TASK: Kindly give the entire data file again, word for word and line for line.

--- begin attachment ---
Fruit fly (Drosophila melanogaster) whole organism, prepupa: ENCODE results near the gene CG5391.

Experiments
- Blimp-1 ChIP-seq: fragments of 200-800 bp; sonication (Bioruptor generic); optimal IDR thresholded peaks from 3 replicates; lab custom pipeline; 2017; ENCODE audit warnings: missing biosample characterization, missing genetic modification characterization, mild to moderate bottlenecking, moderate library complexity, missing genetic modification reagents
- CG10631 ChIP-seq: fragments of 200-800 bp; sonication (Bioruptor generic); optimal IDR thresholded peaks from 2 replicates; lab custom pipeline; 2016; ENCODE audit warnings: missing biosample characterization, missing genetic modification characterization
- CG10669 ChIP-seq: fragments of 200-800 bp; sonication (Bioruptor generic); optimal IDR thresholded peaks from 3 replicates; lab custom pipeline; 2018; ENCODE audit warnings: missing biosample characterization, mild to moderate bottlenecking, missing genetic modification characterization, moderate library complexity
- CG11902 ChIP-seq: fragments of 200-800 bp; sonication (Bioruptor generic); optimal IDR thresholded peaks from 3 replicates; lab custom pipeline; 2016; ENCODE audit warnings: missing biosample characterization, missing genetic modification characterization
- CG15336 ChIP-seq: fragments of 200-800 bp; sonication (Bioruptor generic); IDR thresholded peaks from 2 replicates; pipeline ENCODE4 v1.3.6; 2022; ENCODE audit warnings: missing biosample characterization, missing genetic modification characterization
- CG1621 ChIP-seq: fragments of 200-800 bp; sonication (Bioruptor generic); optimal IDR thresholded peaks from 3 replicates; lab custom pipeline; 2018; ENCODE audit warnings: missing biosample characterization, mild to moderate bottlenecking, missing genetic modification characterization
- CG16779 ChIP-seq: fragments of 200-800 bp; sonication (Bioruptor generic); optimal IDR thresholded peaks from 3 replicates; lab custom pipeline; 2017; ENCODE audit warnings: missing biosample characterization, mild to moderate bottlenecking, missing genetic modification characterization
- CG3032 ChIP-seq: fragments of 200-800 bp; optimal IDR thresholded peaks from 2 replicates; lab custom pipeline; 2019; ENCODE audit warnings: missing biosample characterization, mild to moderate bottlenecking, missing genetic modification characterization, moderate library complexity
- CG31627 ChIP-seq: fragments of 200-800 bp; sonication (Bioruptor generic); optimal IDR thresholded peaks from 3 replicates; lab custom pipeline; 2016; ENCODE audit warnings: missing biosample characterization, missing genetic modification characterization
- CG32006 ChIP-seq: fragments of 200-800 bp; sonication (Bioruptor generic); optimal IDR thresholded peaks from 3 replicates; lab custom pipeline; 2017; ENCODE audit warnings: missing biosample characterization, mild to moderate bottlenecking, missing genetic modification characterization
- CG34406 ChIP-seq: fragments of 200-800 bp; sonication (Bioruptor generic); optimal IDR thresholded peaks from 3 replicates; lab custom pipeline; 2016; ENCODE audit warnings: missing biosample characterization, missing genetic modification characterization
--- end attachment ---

Fruit fly (Drosophila melanogaster) whole organism, prepupa: ENCODE results near the gene CG5391.

Experiments
- Blimp-1 ChIP-seq: fragments of 200-800 bp; sonication (Bioruptor generic); optimal IDR thresholded peaks from 3 replicates; lab custom pipeline; 2017; ENCODE audit warnings: missing biosample characterization, missing genetic modification characterization, mild to moderate bottlenecking, moderate library complexity, missing genetic modification reagents
- CG10631 ChIP-seq: fragments of 200-800 bp; sonication (Bioruptor generic); optimal IDR thresholded peaks from 2 replicates; lab custom pipeline; 2016; ENCODE audit warnings: missing biosample characterization, missing genetic modification characterization
- CG10669 ChIP-seq: fragments of 200-800 bp; sonication (Bioruptor generic); optimal IDR thresholded peaks from 3 replicates; lab custom pipeline; 2018; ENCODE audit warnings: missing biosample characterization, mild to moderate bottlenecking, missing genetic modification characterization, moderate library complexity
- CG11902 ChIP-seq: fragments of 200-800 bp; sonication (Bioruptor generic); optimal IDR thresholded peaks from 3 replicates; lab custom pipeline; 2016; ENCODE audit warnings: missing biosample characterization, missing genetic modification characterization
- CG15336 ChIP-seq: fragments of 200-800 bp; sonication (Bioruptor generic); IDR thresholded peaks from 2 replicates; pipeline ENCODE4 v1.3.6; 2022; ENCODE audit warnings: missing biosample characterization, missing genetic modification characterization
- CG1621 ChIP-seq: fragments of 200-800 bp; sonication (Bioruptor generic); optimal IDR thresholded peaks from 3 replicates; lab custom pipeline; 2018; ENCODE audit warnings: missing biosample characterization, mild to moderate bottlenecking, missing genetic modification characterization
- CG16779 ChIP-seq: fragments of 200-800 bp; sonication (Bioruptor generic); optimal IDR thresholded peaks from 3 replicates; lab custom pipeline; 2017; ENCODE audit warnings: missing biosample characterization, mild to moderate bottlenecking, missing genetic modification characterization
- CG3032 ChIP-seq: fragments of 200-800 bp; optimal IDR thresholded peaks from 2 replicates; lab custom pipeline; 2019; ENCODE audit warnings: missing biosample characterization, mild to moderate bottlenecking, missing genetic modification characterization, moderate library complexity
- CG31627 ChIP-seq: fragments of 200-800 bp; sonication (Bioruptor generic); optimal IDR thresholded peaks from 3 replicates; lab custom pipeline; 2016; ENCODE audit warnings: missing biosample characterization, missing genetic modification characterization
- CG32006 ChIP-seq: fragments of 200-800 bp; sonication (Bioruptor generic); optimal IDR thresholded peaks from 3 replicates; lab custom pipeline; 2017; ENCODE audit warnings: missing biosample characterization, mild to moderate bottlenecking, missing genetic modification characterization
- CG34406 ChIP-seq: fragments of 200-800 bp; sonication (Bioruptor generic); optimal IDR thresholded peaks from 3 replicates; lab custom pipeline; 2016; ENCODE audit warnings: missing biosample characterization, missing genetic modification characterization